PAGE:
A convoluted road to a degree

January 2009 » Columns
A convoluted civil engineering degree program partnership being offered by Tulane, Johns Hopkins, and Vanderbilt Universities raises many questions.
Alfred R. Pagan, P.E.

I would be remiss if I did not, sadly, report the passing of Neal Bettigole, distinguished bridge engineer, civil engineer, and dear friend. He died this past October and will be missed by all who knew him. This column is dedicated to him

Bettigole was a Yale graduate, circa the early 1950s. One of the things he used to talk about—and lament—was the fact that his alma mater no longer had a department of civil engineering. In my November 2003 Perspective column, "Civil engineering: More than technology," I also complained about that sad fact. Subsequent to publication of that old column, I received numerous e-mails from noted civil engineers who decried the Yale attitude.

Bettigole’s passing brought the subject to my mind again, as did a recent article in the JHU Gazette, the house newspaper of Johns Hopkins University in Baltimore. The article described an interesting partnership that has grown among three respected institutions of higher learning as the direct result of the devastation caused by Hurricane Katrina. Because of the damage, the civil engineering program at Tulane’s School of Science and Engineering, located in New Orleans, was eliminated.

The joint educational program enables undergraduate students enrolled in Tulane’s School of Science and Engineering to earn dual degrees in physics and engineering. After three years of study at Tulane, followed by two years of study at one of the partner universities, graduating students receive a bachelor’s of science (B.S.) degree in physics from Tulane and a B.S. in civil engineering (or other technical discipline) from either Johns Hopkins University or Vanderbilt University in Nashville, Tenn. Thus, the four engineering degree programs that were eliminated at Tulane because of Hurricane Katrina would be available to Tulane students through this cooperative program.

According to E.R. Schenerman, vice dean of the Whiting School of Engineering at Johns Hopkins, that school will offer one of four engineering degrees—civil, mechanical, electrical, or environmental—to Tulane students who completed three years as physics majors in New Orleans. Vanderbilt will also offer civil, mechanical, or electrical engineering degrees under the program.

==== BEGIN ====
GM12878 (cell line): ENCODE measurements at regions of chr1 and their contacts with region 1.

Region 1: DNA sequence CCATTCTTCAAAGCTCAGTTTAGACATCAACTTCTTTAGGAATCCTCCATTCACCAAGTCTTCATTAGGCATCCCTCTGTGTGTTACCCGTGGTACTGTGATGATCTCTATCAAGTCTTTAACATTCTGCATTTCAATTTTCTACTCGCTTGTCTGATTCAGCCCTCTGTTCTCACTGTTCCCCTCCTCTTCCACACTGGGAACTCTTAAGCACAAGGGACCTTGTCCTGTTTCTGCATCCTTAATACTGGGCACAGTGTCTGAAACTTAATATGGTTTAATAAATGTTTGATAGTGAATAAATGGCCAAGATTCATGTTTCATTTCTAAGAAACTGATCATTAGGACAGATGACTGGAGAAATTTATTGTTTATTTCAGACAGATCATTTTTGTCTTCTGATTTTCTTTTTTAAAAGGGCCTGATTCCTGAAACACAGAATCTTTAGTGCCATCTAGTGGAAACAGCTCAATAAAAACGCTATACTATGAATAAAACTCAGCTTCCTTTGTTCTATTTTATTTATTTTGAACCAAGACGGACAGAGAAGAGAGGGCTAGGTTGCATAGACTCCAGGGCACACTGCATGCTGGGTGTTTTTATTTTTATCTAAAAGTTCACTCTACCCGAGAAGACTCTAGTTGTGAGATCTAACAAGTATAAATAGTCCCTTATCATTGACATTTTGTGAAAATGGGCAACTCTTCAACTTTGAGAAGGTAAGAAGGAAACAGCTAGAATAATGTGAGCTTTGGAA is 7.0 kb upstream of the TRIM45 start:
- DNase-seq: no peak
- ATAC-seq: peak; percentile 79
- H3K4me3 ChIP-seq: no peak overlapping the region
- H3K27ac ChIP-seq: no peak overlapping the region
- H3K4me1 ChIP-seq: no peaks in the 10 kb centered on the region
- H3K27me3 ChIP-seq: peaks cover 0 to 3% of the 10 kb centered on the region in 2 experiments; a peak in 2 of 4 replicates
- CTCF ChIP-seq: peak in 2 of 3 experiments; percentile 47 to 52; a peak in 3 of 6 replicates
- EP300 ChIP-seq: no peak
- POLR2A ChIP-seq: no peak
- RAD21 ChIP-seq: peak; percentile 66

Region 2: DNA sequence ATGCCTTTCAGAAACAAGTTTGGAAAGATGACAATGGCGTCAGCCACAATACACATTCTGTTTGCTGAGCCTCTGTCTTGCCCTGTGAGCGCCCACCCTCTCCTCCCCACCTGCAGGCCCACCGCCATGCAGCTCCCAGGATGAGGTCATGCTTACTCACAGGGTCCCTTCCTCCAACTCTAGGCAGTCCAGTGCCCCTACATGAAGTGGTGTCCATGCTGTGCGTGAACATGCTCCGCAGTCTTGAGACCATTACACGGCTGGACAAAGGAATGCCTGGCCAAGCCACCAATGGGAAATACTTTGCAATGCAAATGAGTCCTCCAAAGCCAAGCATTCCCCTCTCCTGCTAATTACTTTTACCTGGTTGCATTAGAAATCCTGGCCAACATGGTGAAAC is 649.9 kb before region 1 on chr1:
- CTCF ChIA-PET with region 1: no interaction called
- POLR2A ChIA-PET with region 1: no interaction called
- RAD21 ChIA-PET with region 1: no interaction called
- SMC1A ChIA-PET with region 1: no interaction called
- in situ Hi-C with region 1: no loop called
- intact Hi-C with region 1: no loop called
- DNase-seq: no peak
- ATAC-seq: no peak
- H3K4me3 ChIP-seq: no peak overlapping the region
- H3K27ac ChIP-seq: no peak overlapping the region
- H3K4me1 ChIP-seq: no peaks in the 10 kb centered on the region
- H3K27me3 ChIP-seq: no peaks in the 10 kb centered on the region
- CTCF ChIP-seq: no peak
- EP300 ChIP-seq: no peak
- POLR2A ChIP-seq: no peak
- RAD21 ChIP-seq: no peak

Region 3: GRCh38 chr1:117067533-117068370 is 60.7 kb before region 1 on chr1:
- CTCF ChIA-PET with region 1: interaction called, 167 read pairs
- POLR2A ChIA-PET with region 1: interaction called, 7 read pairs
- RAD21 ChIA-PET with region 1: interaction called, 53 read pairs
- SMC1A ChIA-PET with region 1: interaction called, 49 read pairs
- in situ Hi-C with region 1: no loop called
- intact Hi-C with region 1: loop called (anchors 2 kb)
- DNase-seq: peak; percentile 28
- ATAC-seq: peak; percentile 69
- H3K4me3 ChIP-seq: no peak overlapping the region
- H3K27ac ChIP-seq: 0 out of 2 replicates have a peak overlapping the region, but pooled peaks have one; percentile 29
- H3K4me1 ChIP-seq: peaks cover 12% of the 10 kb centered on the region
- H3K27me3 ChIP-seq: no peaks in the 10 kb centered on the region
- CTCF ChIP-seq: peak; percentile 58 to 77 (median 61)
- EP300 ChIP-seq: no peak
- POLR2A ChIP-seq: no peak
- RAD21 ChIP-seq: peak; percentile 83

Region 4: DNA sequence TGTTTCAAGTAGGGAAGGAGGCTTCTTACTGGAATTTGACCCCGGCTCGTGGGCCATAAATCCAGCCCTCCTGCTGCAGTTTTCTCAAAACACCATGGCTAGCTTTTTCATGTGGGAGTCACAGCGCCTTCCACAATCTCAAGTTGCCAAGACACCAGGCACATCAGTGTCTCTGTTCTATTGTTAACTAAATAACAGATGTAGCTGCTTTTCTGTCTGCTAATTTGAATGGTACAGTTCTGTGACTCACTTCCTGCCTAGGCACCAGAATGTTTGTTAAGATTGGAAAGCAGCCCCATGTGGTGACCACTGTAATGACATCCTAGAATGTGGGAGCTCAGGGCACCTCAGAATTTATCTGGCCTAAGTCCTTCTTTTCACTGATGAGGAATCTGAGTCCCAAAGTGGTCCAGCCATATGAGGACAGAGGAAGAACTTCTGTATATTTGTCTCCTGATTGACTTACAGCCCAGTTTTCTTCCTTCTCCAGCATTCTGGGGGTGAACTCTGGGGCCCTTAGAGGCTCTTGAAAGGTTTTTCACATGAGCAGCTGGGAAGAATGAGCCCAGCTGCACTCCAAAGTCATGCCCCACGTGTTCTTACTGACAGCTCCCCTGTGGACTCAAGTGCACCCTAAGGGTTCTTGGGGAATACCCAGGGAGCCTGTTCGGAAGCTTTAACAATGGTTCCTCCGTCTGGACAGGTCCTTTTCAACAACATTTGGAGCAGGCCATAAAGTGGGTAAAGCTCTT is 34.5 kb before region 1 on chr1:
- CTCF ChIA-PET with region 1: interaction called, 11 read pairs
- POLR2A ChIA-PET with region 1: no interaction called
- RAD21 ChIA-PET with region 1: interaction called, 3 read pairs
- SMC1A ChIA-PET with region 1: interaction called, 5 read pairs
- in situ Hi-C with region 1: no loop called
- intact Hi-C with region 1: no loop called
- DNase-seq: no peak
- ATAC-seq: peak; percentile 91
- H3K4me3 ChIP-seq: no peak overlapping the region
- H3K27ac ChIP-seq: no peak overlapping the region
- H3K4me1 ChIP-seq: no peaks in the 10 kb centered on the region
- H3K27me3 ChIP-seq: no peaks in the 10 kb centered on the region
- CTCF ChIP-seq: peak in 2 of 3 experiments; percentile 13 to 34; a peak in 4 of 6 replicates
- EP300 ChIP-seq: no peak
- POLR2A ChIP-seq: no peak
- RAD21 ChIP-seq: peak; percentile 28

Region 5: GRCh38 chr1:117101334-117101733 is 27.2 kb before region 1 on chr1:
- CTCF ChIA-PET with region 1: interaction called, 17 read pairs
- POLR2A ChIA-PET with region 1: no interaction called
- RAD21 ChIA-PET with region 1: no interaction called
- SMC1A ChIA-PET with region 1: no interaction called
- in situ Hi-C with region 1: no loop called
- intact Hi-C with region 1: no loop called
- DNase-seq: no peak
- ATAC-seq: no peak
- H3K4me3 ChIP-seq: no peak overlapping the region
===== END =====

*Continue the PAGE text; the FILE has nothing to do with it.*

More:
When a Tulane student opts to participate in the dual-degree program, faculty members of the universities involved will be joint advisors to assist in preparing studies in academic programs. From my reading of the JHU Gazette article, successful students will graduate with two undergraduate degrees in the same (fifth) year of study.

Although the road being traveled by the three prestigious universities seems convoluted and difficult to grasp, I can visualize both the advantages and disadvantages of the inter-varsity program. From the standpoint of the universities, extending the period of undergraduate education to five years is probably in their best financial interests. Many colleges may have already extended their civil engineering degree programs to five years.

Willing to assist Tulane and its present and future students, Johns Hopkins and Vanderbilt are to be commended for trying to be helpful. But it seems to me that they are doing something that is also self-serving.

Traditionally, the first degree in a college has been a bachelor’s. The second degree, also traditionally, has been a master’s. If I were enrolled or considering enrolling at Tulane, I would much prefer to receive a B.S. degree there and a master of science degree at Tulane or at one of the other participating universities after five years of successful college work. In my view, that fifth year of study should result in the awarding of an advanced degree in a specialty such as hydraulics, traffic, or structures. There is also the question of the doctoral track. Would a Ph.D. require eight years of college instead of the traditional seven years?

Educators may challenge my opinion, but until it is demonstrated that the road charted by the three schools is the right one, I believe the traditional route is better. Many questions should be answered before I would buy into the programs being offered by Tulane, Johns Hopkins, and Vanderbilt.


Alfred R. Pagan, P.E., is a consulting engineer in Hackensack, N.J. He can be reached at 201-441-9719.


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